Flying ribbon fringes in the women's fancy shawl dance, at the Indigenous Red Market in Fruitvale on May 2, 2021. Credit: Amir Aziz

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After a 14-month hibernation, the Indigenous Red Market, a celebration of Native artists, vendors, music, dance, and food came roaring back to life this month at the Native American Health Center parking lot on International Boulevard in Fruitvale. The rich culture and community connections offered by the event, which took place on May 2, were sorely missed, judging by the long lines of community members who waited to get in. Some who were still waiting at 4 p.m. when the market was getting ready to close, even had to be turned away.  

COVID protocols were being closely followed at the event, which used to attract up to 2,000 people in pre-pandemic times. Attendees had their temperatures checked at the entrance and were given wristbands, and the number of visitors allowed inside the lot at one time was capped at 600. 

Once inside, those lucky enough to be there were not anxious to leave.

Oakland resident Rochelle Lopez-Sandoval (Navajo and Apache) was one of the people waiting patiently in line, along with her children and mother. It was the family’s first time attending the market: After it was announced that the Stanford Powwow would be virtual for a second year in a row, Lopez-Sandoval was looking for some other way to connect in-person with her culture and community. 

“I’ve really missed the drumming and music. Doing it virtually just didn’t make it,” said Lopez-Sandoval. “The powwows give kids their culture,” she added, looking at her 6-year-old daughter Isabella (who appeared just as excited as her mom to hear the music and watch the dancing). “It was stripped from us once, and I appreciate this effort to bring it back.”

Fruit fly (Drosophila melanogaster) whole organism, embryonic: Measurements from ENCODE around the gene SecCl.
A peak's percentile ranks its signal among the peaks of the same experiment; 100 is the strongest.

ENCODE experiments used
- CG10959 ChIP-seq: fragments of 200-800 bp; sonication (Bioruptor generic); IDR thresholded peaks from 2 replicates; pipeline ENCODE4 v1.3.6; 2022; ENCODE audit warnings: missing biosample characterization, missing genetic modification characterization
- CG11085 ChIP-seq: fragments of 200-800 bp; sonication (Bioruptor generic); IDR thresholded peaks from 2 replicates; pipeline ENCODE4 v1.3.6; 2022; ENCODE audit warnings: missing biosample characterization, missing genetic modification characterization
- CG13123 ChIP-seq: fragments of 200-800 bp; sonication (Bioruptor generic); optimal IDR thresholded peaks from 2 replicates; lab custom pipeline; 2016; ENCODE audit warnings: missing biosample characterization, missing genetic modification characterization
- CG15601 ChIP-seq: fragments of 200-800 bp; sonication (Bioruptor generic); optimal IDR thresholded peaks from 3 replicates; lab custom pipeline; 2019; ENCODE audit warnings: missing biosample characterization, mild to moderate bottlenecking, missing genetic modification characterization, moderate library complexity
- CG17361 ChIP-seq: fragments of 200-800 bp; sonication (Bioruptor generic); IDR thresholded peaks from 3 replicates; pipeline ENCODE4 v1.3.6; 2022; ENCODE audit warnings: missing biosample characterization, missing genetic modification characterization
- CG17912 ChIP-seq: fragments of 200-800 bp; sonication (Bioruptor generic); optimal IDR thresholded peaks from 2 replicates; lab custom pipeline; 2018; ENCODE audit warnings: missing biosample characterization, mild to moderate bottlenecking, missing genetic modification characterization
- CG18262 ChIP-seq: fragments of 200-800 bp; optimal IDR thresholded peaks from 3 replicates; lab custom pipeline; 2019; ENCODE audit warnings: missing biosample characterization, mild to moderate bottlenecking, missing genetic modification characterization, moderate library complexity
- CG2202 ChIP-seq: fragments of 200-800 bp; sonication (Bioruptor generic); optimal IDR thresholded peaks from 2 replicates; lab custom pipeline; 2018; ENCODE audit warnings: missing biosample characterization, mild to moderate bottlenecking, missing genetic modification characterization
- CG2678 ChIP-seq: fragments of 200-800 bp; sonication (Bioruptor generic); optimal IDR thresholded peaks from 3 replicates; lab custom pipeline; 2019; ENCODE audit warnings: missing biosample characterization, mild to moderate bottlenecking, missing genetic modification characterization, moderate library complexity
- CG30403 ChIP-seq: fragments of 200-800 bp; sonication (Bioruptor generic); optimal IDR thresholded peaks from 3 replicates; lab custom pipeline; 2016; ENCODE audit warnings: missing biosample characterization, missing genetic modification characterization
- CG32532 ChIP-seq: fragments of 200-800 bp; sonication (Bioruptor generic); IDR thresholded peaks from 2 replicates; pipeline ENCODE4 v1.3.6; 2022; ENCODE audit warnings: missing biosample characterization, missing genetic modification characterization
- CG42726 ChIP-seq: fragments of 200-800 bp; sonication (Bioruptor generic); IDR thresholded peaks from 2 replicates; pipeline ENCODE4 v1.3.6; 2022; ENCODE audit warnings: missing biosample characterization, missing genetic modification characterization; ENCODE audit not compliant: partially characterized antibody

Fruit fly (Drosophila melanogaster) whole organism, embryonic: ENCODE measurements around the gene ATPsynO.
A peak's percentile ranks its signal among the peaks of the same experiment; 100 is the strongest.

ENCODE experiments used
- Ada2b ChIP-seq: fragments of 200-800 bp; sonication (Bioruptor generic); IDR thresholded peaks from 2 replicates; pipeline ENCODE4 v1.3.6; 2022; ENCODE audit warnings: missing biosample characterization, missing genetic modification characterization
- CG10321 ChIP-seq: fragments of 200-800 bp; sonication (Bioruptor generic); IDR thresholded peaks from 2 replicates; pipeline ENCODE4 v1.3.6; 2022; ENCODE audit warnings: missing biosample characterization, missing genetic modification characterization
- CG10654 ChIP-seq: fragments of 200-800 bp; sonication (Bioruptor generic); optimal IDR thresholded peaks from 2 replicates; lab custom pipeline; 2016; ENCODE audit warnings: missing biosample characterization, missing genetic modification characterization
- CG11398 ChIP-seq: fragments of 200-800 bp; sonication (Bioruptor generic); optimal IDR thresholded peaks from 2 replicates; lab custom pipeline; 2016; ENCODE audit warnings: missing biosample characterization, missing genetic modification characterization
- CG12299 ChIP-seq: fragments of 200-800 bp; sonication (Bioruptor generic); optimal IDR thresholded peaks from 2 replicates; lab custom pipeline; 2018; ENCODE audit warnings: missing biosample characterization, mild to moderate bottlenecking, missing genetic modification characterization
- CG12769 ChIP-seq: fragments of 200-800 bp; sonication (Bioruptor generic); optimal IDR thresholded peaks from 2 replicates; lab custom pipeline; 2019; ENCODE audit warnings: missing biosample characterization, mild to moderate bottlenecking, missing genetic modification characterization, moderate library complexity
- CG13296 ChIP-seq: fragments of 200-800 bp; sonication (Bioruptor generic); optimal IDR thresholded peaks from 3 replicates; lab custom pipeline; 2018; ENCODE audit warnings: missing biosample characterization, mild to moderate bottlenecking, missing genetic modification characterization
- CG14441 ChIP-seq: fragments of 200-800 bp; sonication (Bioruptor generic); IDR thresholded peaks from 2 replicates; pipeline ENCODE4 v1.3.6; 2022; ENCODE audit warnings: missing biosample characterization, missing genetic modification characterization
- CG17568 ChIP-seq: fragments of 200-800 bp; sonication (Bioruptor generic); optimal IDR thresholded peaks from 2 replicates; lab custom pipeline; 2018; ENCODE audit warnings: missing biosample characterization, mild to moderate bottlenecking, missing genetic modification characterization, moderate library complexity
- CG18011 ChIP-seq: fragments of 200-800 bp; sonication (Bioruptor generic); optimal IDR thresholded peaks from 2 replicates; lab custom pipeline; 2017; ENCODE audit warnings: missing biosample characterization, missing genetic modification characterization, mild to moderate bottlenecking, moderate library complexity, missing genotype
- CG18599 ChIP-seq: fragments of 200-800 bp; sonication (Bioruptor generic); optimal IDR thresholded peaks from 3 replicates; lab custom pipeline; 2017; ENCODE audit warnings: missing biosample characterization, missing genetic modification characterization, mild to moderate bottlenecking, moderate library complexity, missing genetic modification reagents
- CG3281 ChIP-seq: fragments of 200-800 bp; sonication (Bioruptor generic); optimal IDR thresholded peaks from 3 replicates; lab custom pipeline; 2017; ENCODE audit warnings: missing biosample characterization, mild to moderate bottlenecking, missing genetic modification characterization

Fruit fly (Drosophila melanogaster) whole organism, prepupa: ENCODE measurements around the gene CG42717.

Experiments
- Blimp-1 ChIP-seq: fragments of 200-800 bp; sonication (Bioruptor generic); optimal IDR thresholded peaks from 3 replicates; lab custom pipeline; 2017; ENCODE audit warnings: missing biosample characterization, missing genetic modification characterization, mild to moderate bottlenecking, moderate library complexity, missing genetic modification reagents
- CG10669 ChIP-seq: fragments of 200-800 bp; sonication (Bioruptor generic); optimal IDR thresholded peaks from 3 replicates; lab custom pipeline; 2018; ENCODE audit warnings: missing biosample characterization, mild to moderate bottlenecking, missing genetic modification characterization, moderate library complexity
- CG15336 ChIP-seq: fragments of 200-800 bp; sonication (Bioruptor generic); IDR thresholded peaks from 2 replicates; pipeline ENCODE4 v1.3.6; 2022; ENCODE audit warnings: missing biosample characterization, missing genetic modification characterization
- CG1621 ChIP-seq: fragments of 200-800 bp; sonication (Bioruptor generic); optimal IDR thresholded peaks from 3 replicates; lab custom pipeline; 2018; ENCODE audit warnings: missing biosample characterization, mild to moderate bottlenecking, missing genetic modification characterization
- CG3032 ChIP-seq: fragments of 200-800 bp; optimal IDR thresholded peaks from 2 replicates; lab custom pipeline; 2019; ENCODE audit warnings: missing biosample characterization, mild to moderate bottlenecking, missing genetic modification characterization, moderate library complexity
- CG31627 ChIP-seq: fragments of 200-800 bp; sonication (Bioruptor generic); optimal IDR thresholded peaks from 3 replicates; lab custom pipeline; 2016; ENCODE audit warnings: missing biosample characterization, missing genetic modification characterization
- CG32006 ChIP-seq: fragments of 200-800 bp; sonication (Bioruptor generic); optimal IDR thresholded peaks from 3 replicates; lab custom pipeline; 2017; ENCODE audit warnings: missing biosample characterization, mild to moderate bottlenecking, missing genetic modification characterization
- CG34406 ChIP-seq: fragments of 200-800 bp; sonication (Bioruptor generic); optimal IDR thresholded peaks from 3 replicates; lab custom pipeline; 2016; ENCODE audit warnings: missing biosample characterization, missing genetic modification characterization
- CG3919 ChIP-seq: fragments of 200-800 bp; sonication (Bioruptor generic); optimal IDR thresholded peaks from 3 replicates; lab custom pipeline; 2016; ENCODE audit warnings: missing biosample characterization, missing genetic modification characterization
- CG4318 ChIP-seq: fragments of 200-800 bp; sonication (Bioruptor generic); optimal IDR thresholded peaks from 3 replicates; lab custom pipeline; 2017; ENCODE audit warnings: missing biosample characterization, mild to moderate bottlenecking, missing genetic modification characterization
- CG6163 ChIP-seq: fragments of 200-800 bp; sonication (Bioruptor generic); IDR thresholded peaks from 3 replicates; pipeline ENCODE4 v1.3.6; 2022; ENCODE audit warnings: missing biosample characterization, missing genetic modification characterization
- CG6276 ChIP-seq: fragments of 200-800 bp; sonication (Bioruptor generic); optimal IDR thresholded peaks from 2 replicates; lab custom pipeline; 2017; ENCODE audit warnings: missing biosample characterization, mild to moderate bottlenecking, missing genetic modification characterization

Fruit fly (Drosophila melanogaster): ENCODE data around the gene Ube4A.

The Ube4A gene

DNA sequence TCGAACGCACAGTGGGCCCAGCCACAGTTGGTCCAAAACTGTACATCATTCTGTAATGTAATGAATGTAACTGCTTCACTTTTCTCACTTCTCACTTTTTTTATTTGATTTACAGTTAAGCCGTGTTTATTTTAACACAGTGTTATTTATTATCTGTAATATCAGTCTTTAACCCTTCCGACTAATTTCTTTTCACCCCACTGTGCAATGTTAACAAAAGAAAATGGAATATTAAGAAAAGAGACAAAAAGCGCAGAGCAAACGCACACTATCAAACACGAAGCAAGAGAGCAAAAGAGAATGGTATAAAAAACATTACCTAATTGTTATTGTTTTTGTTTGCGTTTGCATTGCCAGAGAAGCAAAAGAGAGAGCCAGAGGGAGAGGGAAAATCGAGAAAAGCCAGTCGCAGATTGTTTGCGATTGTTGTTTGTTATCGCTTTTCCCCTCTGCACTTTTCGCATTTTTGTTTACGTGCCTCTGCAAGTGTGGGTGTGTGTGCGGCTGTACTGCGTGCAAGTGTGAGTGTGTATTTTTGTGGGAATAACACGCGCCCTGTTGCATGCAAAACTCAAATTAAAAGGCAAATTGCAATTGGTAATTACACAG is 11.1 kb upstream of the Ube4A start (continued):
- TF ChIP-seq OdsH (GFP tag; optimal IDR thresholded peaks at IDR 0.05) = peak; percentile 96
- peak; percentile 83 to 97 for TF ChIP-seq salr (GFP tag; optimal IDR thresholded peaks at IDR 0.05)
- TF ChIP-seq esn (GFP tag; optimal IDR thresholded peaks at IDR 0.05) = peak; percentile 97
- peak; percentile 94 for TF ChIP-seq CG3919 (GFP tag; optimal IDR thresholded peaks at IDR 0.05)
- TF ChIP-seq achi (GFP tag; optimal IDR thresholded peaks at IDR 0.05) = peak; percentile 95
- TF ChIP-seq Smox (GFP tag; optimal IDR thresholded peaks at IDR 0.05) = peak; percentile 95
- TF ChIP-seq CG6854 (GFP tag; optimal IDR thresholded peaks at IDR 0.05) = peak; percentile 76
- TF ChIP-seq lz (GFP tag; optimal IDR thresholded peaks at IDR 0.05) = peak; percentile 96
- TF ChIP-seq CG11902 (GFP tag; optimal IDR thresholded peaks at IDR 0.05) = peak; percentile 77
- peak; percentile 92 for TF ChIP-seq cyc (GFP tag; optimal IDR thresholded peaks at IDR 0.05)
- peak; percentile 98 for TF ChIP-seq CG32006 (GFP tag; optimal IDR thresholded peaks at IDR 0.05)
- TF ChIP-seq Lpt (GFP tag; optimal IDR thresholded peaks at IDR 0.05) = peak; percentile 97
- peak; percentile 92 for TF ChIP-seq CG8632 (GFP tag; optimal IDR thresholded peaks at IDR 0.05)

The Indigenous Red Market provides a place for youth from different tribes to gather and connect. Credit: Amir Aziz

Barbara Chavez-Sandoval, Lopez-Sandoval’s mother, came to the market with a different purpose. “My mother just passed,” she said, “and I came to speak to the elders. I am looking to find dancers or drummers for her celebration of life event.” Chavez-Sandoval, who admits she makes a mean Indian taco (fry bread stuffed with bison, plus beans and all the fixings), also was looking forward to checking out the food at Bigfoot Indian Tacos, one of the market vendors.

Noah Gallo (Ysleta Pueblo), a coordinator at the Native American Health Center and one of the event’s organizers, said the Red Market had been held on the first Sunday of every month (with the exception of a couple months due to rain) since it began in the fall of 2018, until the COVID-19 outbreak.